But what about burnout? Before she had committed to swimming, Stigall herself played basketball, softball, volleyball and even cheered for a bit, embracing the freedom of youth and choice. Stigall puts it plainly: “Figure out what you want but don’t limit it to one thing. Try out everything when you’re a kid.”

Ben Weisel (in red shirt)

It was a lesson that 13-year-old soccer player Ben took the initiative to learn on his own. Ben had been surrounded by and involved in soccer since he was a toddler; that’s essentially a decade of eating, living, breathing dedication to one sport. He hadn’t tried any other sports and ultimately took a year off from soccer. “It’s probably the best decision we made as a family,” Anne Weisel recalls. 

During his hiatus, Ben played basketball and ran cross country for his school, St. Andrew’s. Sure, he enjoyed expanding his horizons, but he also discovered different strategies and skills that he could apply to soccer. He bolstered his personal motivation and avoided stress injury by stretching his body in ways that soccer hadn’t allowed, Weisel says. By the time spring rolled around, he was eager to get back on the field, easing in by picking up some goalkeeping sessions at Savannah United. “We took a step back and let him have that [time],” Weisel says, “and he realized how important soccer was to him for himself, not just because Mom and Dad signed him up for it.”

Hofstadter-Duke agrees with Weisel’s assessment. “Regardless of how great the coaches may be, or how much emphasis there might be on collaboration and all those good things that we want to teach, if it’s not interesting to children, they’re not going to participate to the fullest,” she says. Often, it doesn’t take much to know a child isn’t interested. Sometimes, they’ll even just come right out and say it, much like how then-5-year-old Rachel told her mom “No, I’m good,” when asked to join a summer swimming league with her sister.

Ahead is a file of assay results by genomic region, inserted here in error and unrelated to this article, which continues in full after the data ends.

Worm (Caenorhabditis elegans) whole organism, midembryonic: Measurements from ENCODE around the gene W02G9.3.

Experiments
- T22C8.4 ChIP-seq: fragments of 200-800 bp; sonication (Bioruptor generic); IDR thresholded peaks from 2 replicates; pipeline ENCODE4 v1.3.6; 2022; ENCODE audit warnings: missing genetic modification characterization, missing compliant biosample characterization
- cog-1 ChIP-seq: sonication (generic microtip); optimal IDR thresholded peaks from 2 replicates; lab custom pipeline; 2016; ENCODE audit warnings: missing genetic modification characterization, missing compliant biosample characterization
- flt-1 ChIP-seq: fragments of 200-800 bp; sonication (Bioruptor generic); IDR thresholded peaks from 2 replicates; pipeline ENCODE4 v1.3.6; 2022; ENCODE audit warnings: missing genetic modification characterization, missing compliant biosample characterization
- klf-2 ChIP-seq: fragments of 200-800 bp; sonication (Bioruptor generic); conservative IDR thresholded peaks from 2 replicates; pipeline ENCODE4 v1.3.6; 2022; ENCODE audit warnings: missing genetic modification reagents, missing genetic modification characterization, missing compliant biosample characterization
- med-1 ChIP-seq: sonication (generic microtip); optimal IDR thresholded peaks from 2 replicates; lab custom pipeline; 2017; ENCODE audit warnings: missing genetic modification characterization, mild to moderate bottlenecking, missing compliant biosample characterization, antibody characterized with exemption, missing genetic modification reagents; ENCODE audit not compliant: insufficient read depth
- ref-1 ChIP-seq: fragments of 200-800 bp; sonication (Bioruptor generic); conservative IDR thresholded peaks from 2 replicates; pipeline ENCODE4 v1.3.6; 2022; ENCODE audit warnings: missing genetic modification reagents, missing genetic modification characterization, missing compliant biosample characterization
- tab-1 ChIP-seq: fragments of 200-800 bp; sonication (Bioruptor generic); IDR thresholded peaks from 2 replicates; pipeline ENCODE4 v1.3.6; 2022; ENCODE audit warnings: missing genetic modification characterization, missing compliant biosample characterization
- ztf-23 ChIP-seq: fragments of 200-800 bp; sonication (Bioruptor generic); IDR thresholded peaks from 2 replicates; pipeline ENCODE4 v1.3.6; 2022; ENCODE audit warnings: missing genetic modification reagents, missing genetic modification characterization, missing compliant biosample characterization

Carson Reeves

Just as a family can support a child’s decision to take a break, sophomore Carson Reeves’ family supports her in her drive to step up. Outside of Club Savannah and the school volleyball season, she puts in intense hours of hard work through clinics, college camps and training programs. At the start of any given school week, she’s often communicating with teachers on days she’ll miss because of tournaments. During long car rides to and from games, she’s completing as much schoolwork as she can while bonding with her mom.

Dana Reeves’ job requires lots of travel, but she flies from work conferences to Carson’s tournaments, or vice versa, trying her best to never miss seeing her daughter experience the joy of all her hard work paying off.

“It’s a lot of money to spend and a lot of time to give as a family,” Weisel says (Reeves would surely agree). “I think the best advice I can give anybody is to go into it embracing the moment you’re in.” And if good things come down the road? Says Weisel, “ that’s just worth celebrating down the road.” 

Keep Going

Nurture kids’ athletic prowess with these competitive youth sports and activities.*

*Not an exhaustive list. Other training opportunities and clubs for a wide variety of other sports, including golf, sailing, softball, tennis and more, are available throughout the area.